Subsequently, a number of checkposts monitoring the movements of the local people were built. It is this daily surveillance in the name of development projects that the local people have been protesting against.
The Balochistan government, however, appears bent on using the same old policy to delegitimise the protest by labelling it ‘anti-development’. “The protesters are causing damages to public and private properties in Gwadar,” said Balochistan home minister Mir Ziaullah Langau. The Pakistani State does not want to be challenged. The imposition of Section 144 shows that the State is casting the protestors as the problem instead of addressing its problematic policies.
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The ongoing protest
The genesis of the Haq Do Tehreek (HDT) — Give Rights (to Gwadar) Movement — led by Maulana Hidayat-ur-Rehman lay in the criticism of State development policies. In 2022, HDT leaders warned the government that if it did not pay heed to the concerns of the local people, it would block the area. But the government did not take it seriously. In fact, in an attempt to display its might, on 1 December 2022, the State posted 5,500 additional police personnel in Gwadar to “maintain law and order”.
The sit-in protests were going on peacefully until 27 December when the situation turned violent and a policeman was killed at the protest site. In reaction to this incident, the government cracked down on the protestors: Many of them were arrested, the internet was blocked, and Section 144 imposed. The situation continues to remain tense as neither side is ready to bow down. While the State has the power to delegitimise the demands of the local people, the latter have everything at stake — from their livelihood and future to their sense of belonging to their land.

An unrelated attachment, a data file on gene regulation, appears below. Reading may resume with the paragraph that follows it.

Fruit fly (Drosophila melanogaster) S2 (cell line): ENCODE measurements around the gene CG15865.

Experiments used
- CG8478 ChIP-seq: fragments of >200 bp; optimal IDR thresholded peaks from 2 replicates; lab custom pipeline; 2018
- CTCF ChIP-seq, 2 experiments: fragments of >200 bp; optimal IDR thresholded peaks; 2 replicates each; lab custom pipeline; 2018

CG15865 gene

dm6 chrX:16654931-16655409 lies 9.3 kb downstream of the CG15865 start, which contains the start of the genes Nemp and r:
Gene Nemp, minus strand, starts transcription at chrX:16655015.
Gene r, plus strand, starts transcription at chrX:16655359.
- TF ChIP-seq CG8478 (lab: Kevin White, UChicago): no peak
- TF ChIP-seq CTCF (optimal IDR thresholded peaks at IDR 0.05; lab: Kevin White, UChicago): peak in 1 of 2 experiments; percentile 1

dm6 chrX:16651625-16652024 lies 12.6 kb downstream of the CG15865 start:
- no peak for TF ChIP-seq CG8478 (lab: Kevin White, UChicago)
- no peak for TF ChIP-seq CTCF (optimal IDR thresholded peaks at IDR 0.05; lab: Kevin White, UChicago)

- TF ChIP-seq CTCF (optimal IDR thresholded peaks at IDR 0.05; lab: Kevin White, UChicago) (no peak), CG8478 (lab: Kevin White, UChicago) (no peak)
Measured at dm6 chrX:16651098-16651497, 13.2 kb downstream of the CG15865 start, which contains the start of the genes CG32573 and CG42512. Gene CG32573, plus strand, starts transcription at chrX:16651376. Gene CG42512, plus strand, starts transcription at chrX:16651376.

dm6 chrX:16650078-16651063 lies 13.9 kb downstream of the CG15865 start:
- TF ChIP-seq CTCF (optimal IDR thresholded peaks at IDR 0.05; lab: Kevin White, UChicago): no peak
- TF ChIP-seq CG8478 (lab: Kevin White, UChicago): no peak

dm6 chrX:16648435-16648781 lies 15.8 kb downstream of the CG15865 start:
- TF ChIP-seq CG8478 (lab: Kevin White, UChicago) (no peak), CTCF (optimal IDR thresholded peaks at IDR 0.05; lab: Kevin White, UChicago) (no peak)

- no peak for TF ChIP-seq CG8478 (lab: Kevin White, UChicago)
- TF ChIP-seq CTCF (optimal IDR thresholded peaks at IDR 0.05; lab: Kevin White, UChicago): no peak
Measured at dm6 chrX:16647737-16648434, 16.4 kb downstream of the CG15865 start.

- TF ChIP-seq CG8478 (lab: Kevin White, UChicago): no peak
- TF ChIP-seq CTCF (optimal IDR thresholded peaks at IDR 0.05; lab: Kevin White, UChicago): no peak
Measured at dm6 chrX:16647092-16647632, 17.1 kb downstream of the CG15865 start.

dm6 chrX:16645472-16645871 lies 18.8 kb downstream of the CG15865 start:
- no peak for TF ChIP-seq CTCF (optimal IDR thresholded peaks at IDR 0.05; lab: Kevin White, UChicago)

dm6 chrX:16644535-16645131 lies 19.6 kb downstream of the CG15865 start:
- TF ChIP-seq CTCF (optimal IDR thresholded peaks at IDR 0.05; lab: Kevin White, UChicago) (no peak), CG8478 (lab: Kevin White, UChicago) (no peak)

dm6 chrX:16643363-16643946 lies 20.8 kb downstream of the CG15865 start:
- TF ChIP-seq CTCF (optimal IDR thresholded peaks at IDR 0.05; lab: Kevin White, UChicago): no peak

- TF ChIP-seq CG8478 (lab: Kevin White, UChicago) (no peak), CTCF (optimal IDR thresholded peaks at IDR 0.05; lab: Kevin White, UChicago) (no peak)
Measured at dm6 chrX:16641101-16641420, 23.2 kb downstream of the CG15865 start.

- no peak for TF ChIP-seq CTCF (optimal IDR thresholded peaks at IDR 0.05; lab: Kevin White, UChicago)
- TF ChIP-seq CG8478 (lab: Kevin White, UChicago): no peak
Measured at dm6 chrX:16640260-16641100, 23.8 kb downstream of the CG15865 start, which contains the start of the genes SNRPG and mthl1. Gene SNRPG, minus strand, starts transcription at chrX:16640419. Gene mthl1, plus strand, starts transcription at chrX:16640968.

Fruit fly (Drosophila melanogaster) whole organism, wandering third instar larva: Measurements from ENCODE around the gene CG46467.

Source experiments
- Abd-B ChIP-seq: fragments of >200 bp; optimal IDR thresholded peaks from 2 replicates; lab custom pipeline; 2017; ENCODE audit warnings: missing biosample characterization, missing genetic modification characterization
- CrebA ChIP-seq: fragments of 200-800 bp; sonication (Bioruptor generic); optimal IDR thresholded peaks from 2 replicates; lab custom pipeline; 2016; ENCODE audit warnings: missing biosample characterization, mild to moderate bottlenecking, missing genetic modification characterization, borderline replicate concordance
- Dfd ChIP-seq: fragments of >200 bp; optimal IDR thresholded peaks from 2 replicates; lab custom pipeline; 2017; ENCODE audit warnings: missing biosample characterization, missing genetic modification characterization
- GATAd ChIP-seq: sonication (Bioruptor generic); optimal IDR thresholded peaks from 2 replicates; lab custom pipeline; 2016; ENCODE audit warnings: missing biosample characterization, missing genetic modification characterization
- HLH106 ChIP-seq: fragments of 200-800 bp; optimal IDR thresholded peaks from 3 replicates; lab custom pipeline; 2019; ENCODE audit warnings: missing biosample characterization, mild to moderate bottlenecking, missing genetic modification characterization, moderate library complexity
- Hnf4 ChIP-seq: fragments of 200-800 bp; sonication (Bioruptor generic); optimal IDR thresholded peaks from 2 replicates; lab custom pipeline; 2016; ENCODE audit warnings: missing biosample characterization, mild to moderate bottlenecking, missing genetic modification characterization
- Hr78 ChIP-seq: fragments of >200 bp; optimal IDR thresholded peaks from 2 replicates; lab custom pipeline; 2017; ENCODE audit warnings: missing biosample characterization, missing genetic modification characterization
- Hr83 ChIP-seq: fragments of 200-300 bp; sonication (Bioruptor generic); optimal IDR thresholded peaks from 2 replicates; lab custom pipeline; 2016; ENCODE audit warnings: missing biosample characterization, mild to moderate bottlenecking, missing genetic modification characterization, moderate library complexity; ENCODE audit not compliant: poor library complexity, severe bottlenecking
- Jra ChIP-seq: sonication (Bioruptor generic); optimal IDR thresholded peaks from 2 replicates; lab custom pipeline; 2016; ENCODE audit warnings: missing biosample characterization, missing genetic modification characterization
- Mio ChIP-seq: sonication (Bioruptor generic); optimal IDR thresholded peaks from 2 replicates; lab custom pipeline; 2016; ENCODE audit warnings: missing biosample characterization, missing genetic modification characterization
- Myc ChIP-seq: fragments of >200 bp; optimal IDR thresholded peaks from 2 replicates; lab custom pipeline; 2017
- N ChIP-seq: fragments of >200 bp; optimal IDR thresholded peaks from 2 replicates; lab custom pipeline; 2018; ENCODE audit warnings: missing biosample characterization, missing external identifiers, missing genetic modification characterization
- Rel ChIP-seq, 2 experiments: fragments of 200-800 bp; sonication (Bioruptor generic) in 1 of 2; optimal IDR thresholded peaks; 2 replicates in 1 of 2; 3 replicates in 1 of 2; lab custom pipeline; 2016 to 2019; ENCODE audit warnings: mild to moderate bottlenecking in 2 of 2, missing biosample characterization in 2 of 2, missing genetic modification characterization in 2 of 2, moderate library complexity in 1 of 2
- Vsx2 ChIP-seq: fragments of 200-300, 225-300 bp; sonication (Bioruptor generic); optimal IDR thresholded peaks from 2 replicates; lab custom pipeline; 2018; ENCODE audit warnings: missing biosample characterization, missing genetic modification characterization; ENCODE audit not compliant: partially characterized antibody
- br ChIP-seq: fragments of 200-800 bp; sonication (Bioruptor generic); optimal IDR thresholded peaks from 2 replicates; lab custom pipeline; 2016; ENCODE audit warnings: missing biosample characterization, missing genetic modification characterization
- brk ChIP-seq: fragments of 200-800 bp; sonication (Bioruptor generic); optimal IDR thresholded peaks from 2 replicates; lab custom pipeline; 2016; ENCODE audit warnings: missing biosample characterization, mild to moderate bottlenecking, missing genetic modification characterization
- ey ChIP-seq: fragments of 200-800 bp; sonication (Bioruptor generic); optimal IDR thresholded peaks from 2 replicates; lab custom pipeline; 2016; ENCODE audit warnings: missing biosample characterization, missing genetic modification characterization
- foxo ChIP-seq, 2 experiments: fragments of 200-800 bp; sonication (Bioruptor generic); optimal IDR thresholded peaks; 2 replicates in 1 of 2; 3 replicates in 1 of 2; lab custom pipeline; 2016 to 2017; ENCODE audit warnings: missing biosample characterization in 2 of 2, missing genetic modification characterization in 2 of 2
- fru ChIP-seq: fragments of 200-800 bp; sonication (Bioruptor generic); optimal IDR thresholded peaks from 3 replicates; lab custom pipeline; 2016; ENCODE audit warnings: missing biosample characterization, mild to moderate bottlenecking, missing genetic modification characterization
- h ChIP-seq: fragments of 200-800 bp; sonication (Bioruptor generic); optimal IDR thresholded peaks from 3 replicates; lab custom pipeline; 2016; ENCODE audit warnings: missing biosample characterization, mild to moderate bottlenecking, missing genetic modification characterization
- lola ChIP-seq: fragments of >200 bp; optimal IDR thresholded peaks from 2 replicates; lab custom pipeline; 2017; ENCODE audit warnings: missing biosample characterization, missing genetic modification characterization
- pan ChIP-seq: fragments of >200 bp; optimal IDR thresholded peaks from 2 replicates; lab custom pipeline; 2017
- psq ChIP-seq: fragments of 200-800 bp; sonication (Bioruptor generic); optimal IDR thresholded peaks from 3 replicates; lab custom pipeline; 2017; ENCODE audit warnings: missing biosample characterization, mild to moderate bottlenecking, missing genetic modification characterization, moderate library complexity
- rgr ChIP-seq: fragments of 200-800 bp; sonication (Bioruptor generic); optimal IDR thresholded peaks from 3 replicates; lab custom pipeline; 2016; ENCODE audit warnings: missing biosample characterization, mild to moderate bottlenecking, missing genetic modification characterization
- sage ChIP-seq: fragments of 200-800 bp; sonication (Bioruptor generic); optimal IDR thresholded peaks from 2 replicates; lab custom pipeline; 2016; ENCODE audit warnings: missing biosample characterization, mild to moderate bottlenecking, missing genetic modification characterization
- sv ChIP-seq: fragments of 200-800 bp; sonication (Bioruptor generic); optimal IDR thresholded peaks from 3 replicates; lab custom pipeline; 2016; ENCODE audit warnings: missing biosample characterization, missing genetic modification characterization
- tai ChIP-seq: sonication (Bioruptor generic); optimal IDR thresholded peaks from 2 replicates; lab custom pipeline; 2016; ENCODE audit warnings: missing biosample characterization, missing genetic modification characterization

CPEC: Changing ground realities
The grassroots crisis in Gwadar is contradictory to the larger-than-life claims of the Baloch government. It underlines the adverse impacts of the so-called development projects undertaken in the area. Pakistani leaders have been proclaiming that the CPEC is going to be a “game changer” for the country as it would boost development and welfare of the people. Former Prime Minister Imran Khan said in an interview with a Chinese daily in February 2022: “We want to build our economy and lift our people out of poverty… We see CPEC and Gwadar as a great opportunity for geo-economics.” Prime Minister Shehbaz Sharif maintained the line and said in Karachi in June that “Pakistan’s economic future hinges upon the success of the CPEC with Gwadar Port as its major component”. Except the local people remain marginalised and have had no say in the development of the area.
The issues raised by the Gwadar people underline the fact that big claims made in the name of the people ring hollow. These people, disenchanted with the ‘development’ in the area, are already experiencing alienation. Rather than ensuring the local people’s welfare and survival of their professions, the State is making them dependent on foreign projects.
Dr Nazir Ahmad Mir is a researcher at Manohar Parrikar Institute for Defense Studies and Analyses (MP-IDSA), New Delhi. Views are personal.
(Edited by Humra Laeeq)